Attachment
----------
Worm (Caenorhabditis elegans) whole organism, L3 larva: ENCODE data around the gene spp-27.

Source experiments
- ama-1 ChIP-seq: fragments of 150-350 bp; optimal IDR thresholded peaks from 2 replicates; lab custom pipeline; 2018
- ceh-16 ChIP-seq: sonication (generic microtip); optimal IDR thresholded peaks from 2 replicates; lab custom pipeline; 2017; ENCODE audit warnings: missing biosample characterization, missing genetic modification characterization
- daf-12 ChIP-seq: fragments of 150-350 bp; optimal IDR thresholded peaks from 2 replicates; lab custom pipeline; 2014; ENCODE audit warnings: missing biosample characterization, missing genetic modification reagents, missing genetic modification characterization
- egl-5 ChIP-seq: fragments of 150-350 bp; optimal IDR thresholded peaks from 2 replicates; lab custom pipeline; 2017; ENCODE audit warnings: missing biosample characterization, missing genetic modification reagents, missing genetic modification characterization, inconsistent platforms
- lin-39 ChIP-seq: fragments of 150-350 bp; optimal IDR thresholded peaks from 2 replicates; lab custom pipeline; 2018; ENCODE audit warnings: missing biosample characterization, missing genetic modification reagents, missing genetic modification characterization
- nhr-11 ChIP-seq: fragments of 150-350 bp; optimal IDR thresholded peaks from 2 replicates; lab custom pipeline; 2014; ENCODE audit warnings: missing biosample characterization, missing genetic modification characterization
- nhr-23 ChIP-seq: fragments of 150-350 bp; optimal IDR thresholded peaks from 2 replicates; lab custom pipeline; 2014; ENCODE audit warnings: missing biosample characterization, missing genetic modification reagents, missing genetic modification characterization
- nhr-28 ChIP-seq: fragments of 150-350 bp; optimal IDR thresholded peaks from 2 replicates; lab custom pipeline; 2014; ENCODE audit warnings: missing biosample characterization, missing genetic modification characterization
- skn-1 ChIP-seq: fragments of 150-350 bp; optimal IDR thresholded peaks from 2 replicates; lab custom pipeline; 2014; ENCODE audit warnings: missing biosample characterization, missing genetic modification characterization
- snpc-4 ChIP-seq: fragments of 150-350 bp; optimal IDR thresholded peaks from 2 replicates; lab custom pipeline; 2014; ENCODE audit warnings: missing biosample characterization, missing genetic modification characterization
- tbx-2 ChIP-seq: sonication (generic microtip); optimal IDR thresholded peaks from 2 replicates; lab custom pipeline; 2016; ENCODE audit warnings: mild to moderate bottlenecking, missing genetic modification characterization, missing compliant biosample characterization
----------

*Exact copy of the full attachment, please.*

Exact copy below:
Worm (Caenorhabditis elegans) whole organism, L3 larva: ENCODE data around the gene spp-27.

Source experiments
- ama-1 ChIP-seq: fragments of 150-350 bp; optimal IDR thresholded peaks from 2 replicates; lab custom pipeline; 2018
- ceh-16 ChIP-seq: sonication (generic microtip); optimal IDR thresholded peaks from 2 replicates; lab custom pipeline; 2017; ENCODE audit warnings: missing biosample characterization, missing genetic modification characterization
- daf-12 ChIP-seq: fragments of 150-350 bp; optimal IDR thresholded peaks from 2 replicates; lab custom pipeline; 2014; ENCODE audit warnings: missing biosample characterization, missing genetic modification reagents, missing genetic modification characterization
- egl-5 ChIP-seq: fragments of 150-350 bp; optimal IDR thresholded peaks from 2 replicates; lab custom pipeline; 2017; ENCODE audit warnings: missing biosample characterization, missing genetic modification reagents, missing genetic modification characterization, inconsistent platforms
- lin-39 ChIP-seq: fragments of 150-350 bp; optimal IDR thresholded peaks from 2 replicates; lab custom pipeline; 2018; ENCODE audit warnings: missing biosample characterization, missing genetic modification reagents, missing genetic modification characterization
- nhr-11 ChIP-seq: fragments of 150-350 bp; optimal IDR thresholded peaks from 2 replicates; lab custom pipeline; 2014; ENCODE audit warnings: missing biosample characterization, missing genetic modification characterization
- nhr-23 ChIP-seq: fragments of 150-350 bp; optimal IDR thresholded peaks from 2 replicates; lab custom pipeline; 2014; ENCODE audit warnings: missing biosample characterization, missing genetic modification reagents, missing genetic modification characterization
- nhr-28 ChIP-seq: fragments of 150-350 bp; optimal IDR thresholded peaks from 2 replicates; lab custom pipeline; 2014; ENCODE audit warnings: missing biosample characterization, missing genetic modification characterization
- skn-1 ChIP-seq: fragments of 150-350 bp; optimal IDR thresholded peaks from 2 replicates; lab custom pipeline; 2014; ENCODE audit warnings: missing biosample characterization, missing genetic modification characterization
- snpc-4 ChIP-seq: fragments of 150-350 bp; optimal IDR thresholded peaks from 2 replicates; lab custom pipeline; 2014; ENCODE audit warnings: missing biosample characterization, missing genetic modification characterization
- tbx-2 ChIP-seq: sonication (generic microtip); optimal IDR thresholded peaks from 2 replicates; lab custom pipeline; 2016; ENCODE audit warnings: mild to moderate bottlenecking, missing genetic modification characterization, missing compliant biosample characterization